All he wanted was a better future for his family, but now he is not even sure whether they will have a roof over their heads tomorrow.
Mohamed Khalim Mubarak Shah, 23, was willing to bring his 20-year-old wife and three-year-old son to face the storm and danger, being starved and cramped with hundreds of others in a boat from Myanmar in the hope of landing a job in Malaysia.
But they are now squatting at the Rattaphum district office hall, awaiting further action by the Thai police.
His dreams of building a better life are now dashed.
The Muslim Rohingya said he was promised a job in Malaysia by an agent and was asked to pay 5,500 ringgit (S$2,028) each for him and his wife and 500 ringgit for his son.
He was required to pay the agent after getting a job in Malaysia.
"Life in Myanmar was tough. That is why I decided to take the risk and go to Malaysia with my family," he said when met at the hall yesterday.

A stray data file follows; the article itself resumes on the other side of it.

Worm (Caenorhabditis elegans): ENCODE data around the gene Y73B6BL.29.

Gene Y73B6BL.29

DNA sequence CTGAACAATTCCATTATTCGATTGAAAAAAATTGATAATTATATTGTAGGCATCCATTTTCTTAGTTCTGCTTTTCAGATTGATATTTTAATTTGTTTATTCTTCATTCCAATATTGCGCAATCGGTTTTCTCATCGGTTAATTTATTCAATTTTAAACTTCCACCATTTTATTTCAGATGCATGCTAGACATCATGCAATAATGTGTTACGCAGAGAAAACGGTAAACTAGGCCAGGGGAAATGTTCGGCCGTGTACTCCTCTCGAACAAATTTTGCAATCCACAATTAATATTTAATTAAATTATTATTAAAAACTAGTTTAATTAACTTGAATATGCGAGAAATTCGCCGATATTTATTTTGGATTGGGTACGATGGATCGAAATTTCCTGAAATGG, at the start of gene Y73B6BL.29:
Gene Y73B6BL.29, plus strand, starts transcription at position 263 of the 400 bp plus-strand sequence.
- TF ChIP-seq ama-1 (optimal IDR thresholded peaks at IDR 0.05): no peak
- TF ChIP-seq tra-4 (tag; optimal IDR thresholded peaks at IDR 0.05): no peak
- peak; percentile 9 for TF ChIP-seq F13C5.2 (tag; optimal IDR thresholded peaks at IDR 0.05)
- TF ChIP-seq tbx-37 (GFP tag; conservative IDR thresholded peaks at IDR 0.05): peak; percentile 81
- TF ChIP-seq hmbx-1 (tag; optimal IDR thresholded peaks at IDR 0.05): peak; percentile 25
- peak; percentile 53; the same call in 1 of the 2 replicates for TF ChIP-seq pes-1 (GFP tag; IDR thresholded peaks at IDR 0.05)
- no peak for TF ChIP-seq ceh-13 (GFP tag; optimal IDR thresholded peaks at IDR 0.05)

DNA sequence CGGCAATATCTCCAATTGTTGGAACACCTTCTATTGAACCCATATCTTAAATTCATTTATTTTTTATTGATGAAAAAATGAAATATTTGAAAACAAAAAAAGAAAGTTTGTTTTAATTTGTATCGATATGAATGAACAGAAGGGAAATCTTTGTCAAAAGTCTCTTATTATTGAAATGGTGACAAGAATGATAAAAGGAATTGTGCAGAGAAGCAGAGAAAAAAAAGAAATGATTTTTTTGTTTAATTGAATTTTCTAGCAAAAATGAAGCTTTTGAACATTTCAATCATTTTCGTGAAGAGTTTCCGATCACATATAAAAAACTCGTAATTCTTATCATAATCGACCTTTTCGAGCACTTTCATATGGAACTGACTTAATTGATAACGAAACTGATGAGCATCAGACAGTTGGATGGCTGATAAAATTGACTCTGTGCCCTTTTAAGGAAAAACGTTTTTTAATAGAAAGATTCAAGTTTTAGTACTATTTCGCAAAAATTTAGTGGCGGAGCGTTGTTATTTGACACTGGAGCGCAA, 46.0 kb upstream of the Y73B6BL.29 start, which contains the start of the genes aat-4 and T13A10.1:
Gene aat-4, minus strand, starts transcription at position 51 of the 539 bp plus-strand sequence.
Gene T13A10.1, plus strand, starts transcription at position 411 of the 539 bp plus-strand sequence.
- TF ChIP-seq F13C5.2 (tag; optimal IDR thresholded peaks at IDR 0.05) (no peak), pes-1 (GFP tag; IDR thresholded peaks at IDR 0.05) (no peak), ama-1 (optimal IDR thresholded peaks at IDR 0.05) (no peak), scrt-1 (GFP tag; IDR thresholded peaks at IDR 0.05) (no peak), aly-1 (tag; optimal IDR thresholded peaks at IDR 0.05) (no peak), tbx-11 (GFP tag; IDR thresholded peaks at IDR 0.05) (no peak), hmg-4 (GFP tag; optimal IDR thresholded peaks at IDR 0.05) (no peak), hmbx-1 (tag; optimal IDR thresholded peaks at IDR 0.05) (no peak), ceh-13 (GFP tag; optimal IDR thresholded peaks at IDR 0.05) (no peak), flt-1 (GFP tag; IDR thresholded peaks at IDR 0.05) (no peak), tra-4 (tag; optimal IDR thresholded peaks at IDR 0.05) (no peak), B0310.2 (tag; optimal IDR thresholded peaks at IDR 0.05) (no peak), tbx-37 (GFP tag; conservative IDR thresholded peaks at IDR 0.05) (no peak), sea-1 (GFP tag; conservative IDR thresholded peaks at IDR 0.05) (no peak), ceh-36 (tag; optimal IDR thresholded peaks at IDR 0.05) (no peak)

However, he and the other Rohingyas and Bangladeshis on the same boat were brought to a jungle camp some 15km from here after arriving more than a week ago.
There, they were held captive and would only be released when their families paid the ransom money.
Mohamed Khalim was one of the 241 migrants found by Thai authorities at the jungle camps in southern Thailand.
Provincial Police Region 9 Deputy Commissioner Puthichart Ekachant said the authorities were still trying to verify if the Bangladeshis and Rohingyas were human trafficking victims or if they had violated the country's immigration law.
Aid in the form of donation, food, water, clothes and others were pouring in from the locals.
Food stall operator Kritsanee Nathammo, 37, spent close to 400 ringgit to buy the migrants daily necessities.
"Although I can't speak their language, I feel obliged to help as they are humans too and should not be treated this way," she said.